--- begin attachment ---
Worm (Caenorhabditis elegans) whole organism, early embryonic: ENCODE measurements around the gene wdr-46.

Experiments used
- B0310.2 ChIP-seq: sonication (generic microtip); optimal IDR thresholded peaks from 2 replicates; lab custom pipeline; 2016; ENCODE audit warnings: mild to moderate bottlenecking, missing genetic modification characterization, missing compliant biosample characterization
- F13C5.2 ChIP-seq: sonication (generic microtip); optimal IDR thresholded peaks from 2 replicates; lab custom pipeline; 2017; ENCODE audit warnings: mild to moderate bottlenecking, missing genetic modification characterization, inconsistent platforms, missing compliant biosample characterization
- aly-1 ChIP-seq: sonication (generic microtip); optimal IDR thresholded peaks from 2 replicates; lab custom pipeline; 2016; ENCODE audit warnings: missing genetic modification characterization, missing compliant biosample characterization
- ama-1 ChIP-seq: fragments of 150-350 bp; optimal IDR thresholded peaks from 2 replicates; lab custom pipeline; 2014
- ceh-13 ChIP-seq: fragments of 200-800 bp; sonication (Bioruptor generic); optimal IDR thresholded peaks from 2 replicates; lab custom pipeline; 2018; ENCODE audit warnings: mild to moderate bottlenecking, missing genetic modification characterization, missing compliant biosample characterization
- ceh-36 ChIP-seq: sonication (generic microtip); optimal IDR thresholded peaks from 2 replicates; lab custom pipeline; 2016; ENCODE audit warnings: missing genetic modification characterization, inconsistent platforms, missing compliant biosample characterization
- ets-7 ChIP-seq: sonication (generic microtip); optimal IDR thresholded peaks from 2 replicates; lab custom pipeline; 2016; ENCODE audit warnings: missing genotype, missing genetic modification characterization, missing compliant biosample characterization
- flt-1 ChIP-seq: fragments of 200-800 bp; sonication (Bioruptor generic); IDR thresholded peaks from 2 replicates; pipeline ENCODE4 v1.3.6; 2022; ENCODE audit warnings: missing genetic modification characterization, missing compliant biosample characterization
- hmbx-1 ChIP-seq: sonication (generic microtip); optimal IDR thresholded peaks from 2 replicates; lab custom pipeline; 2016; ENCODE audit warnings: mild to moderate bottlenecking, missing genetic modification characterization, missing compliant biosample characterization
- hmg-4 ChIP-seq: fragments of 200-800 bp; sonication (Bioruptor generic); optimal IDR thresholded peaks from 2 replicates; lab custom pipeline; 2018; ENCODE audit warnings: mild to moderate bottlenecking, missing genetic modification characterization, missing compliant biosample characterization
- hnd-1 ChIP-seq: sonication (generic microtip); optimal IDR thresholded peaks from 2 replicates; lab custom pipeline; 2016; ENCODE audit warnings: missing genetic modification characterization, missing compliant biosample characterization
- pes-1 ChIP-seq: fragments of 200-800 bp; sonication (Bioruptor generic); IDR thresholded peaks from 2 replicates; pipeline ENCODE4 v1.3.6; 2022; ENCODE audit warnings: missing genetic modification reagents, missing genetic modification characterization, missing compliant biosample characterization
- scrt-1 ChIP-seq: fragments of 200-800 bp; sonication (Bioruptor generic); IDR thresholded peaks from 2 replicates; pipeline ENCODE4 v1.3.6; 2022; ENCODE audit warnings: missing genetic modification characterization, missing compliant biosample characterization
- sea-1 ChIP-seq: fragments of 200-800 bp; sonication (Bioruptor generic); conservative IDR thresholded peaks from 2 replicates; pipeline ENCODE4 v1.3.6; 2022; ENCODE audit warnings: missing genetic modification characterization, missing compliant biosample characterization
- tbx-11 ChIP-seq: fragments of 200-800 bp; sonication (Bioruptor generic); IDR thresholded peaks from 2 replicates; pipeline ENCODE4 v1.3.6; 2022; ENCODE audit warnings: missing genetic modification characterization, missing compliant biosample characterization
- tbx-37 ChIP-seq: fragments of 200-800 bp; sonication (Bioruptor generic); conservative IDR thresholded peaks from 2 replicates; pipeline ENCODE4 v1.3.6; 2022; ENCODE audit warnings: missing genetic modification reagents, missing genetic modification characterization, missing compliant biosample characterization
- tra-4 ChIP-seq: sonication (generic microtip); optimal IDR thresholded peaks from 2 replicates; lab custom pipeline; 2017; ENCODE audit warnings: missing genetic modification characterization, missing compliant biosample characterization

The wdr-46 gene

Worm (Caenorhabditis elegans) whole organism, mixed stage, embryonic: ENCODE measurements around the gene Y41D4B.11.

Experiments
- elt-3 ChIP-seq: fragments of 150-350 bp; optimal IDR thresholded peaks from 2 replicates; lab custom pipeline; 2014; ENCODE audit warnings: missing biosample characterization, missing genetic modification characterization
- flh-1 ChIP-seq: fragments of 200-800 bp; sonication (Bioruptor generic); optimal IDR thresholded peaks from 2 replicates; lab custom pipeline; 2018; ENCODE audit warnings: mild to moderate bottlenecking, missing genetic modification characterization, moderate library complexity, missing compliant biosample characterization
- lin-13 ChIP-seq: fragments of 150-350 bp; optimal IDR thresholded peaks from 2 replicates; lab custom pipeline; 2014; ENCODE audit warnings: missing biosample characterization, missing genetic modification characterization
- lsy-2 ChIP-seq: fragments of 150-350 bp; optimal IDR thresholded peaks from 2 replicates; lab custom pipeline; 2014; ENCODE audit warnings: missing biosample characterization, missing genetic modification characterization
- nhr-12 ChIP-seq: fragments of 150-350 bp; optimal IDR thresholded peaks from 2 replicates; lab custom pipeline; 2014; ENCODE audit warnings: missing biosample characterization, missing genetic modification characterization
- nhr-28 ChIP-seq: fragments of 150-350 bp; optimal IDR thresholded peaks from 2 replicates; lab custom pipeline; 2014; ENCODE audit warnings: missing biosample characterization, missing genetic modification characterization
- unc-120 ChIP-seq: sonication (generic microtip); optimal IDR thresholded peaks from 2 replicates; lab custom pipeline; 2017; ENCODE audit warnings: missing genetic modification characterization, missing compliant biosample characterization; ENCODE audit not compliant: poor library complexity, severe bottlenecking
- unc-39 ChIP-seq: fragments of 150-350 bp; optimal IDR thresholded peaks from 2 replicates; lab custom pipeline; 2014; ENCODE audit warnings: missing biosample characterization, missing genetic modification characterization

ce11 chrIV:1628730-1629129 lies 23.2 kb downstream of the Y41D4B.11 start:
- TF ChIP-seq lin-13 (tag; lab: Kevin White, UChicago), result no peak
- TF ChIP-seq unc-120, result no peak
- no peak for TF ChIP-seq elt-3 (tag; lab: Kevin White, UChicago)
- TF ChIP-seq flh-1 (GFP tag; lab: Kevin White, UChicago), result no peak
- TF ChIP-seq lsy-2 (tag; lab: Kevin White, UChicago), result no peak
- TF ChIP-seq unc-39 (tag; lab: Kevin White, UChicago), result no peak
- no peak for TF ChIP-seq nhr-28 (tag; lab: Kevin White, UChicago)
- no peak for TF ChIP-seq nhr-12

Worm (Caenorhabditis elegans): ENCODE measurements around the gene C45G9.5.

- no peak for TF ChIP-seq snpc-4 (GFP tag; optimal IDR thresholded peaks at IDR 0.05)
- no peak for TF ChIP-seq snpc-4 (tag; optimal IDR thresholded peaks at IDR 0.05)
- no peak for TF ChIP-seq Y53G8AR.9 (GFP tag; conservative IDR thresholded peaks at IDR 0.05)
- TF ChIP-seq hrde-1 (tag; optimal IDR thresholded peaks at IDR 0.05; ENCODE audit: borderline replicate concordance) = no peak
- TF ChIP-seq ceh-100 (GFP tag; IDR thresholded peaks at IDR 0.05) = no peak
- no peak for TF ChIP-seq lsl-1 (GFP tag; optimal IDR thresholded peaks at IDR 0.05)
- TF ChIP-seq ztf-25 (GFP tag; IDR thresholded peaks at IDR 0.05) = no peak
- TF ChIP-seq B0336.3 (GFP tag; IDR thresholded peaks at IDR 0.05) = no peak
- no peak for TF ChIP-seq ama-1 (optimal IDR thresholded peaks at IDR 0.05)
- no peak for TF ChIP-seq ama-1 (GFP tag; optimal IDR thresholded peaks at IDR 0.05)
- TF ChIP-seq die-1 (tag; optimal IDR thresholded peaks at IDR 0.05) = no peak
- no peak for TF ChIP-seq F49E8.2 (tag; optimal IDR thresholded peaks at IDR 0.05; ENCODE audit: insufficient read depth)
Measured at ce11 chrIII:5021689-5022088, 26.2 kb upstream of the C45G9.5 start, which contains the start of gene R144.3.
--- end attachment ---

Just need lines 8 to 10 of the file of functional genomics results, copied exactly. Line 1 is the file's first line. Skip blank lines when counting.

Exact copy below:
- ceh-36 ChIP-seq: sonication (generic microtip); optimal IDR thresholded peaks from 2 replicates; lab custom pipeline; 2016; ENCODE audit warnings: missing genetic modification characterization, inconsistent platforms, missing compliant biosample characterization
- ets-7 ChIP-seq: sonication (generic microtip); optimal IDR thresholded peaks from 2 replicates; lab custom pipeline; 2016; ENCODE audit warnings: missing genotype, missing genetic modification characterization, missing compliant biosample characterization
- flt-1 ChIP-seq: fragments of 200-800 bp; sonication (Bioruptor generic); IDR thresholded peaks from 2 replicates; pipeline ENCODE4 v1.3.6; 2022; ENCODE audit warnings: missing genetic modification characterization, missing compliant biosample characterization